For many today, the issue will not go away. Steroids are here. They are mainstream and infiltrated into the hallowed halls of the athlete’s locker room. But this is just a small proportion of the real problem. This is one, in which, people will do anything to look good, get ahead, and be a real success. We must look at ourselves and address the real problem here. Taking steroids for whatever reason is just as good or as bad as the woman who takes botox to look better. Who is right and who is wrong? The answer to both lies deep in the heart. Congress can legislate, people can wind up in trouble for using steroids, but the real answer is neither. The answer my friend lies within. It is where a moral relativism and real morality clash. The real reasons why people take Steroids are within them. Only they can know for sure why? The actions they are disposed to do reveal the result of their activity. This is found out by the actions of athletes who take the stuff. Their goal is to be pumped up, at their top form, so they can beat their opponent. Here we find the moral relativism saying "the means justifies the end result". As long as I bring home a winning record, then it is okay. This is the reason many seem to be using the stuff. What happens when we teach this method to our children? What will they be doing or taking to achieve the same winning results? Where will this philosophy of the "means justify the end result" finally wind up? No one knows for sure. Right now, we are hung up on the Steroids issue. Within all this lays the answer, which, again, lies within.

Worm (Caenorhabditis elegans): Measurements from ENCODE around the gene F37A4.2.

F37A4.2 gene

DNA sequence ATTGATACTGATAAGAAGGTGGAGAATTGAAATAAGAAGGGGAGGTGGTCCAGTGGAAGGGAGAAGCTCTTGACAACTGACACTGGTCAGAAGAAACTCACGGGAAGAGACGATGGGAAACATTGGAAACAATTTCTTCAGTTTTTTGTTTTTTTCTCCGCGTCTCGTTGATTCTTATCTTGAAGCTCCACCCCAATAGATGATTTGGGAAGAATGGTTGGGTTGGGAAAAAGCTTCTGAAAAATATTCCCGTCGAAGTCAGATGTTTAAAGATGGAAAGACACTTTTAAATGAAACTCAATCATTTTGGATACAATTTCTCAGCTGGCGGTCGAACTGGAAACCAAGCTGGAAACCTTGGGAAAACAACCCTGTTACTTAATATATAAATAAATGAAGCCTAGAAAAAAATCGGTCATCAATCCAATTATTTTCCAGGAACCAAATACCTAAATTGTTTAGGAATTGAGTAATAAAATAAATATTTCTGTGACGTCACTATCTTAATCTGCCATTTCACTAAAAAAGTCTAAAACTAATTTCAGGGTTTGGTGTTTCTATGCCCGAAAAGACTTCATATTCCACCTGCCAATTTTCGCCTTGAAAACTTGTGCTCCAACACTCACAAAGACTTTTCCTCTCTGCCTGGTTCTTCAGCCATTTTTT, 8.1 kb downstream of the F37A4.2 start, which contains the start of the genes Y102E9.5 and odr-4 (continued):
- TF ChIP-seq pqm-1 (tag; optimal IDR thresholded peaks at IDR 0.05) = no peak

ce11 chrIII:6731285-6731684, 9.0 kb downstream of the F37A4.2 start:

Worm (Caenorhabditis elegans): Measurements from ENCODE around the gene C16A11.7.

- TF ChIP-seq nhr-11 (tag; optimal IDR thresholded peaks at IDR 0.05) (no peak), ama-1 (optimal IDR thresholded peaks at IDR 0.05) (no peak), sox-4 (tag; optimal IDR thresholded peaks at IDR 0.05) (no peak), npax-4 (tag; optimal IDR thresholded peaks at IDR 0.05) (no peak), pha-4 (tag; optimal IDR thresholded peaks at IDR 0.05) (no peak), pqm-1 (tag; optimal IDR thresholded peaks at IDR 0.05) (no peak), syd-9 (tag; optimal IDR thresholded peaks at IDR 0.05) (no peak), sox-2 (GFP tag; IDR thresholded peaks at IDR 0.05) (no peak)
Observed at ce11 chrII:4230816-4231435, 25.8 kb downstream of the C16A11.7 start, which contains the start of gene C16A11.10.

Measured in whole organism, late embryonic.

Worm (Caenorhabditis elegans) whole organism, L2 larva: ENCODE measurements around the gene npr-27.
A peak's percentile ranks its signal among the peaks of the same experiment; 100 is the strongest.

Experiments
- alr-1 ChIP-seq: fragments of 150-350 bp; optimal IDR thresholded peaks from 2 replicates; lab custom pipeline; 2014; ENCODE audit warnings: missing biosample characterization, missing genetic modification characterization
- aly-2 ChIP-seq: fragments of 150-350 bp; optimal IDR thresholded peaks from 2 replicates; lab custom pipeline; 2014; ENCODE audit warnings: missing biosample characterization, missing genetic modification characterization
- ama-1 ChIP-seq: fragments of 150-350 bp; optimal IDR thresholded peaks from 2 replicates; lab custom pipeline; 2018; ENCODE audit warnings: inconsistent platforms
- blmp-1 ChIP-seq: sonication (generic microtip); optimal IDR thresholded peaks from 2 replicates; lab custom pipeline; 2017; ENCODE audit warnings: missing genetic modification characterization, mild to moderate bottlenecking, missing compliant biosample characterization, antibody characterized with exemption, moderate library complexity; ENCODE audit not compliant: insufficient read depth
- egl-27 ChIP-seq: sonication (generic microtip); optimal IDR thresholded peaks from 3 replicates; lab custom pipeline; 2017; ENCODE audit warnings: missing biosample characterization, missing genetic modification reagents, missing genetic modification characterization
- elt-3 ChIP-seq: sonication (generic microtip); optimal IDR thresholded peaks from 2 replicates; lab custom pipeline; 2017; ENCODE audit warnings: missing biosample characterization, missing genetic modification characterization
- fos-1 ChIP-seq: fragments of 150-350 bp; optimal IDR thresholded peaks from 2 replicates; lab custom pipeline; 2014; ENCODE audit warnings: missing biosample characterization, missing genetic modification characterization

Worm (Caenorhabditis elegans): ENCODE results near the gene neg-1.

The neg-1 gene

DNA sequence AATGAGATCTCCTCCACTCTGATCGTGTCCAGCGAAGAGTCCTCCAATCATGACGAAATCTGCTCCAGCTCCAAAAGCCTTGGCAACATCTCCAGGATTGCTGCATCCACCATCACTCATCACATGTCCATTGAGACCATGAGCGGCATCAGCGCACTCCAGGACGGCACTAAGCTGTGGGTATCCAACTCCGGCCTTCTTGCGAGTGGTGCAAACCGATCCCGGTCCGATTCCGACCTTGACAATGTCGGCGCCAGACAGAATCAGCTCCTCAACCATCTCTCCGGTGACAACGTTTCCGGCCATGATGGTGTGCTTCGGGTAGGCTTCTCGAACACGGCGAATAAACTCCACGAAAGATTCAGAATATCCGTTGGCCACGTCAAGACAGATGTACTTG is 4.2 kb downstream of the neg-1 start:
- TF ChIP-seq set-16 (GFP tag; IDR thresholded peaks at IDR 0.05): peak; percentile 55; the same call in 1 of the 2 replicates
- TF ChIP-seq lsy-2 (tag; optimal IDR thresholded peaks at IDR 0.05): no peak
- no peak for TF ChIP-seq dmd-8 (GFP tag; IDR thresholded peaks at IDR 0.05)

For the Believer in Jesus Christ, however, the answer to a person or societies woes, are the Lord Himself. This is that private, individual experience you have with the Lord of Glory in coversion as a result of your repentance.

With this true repentance and new life, the issues of society can be seen in a new light.

For steroids, or whatever abuse a person has. The answer is within. His name is Jesus Christ.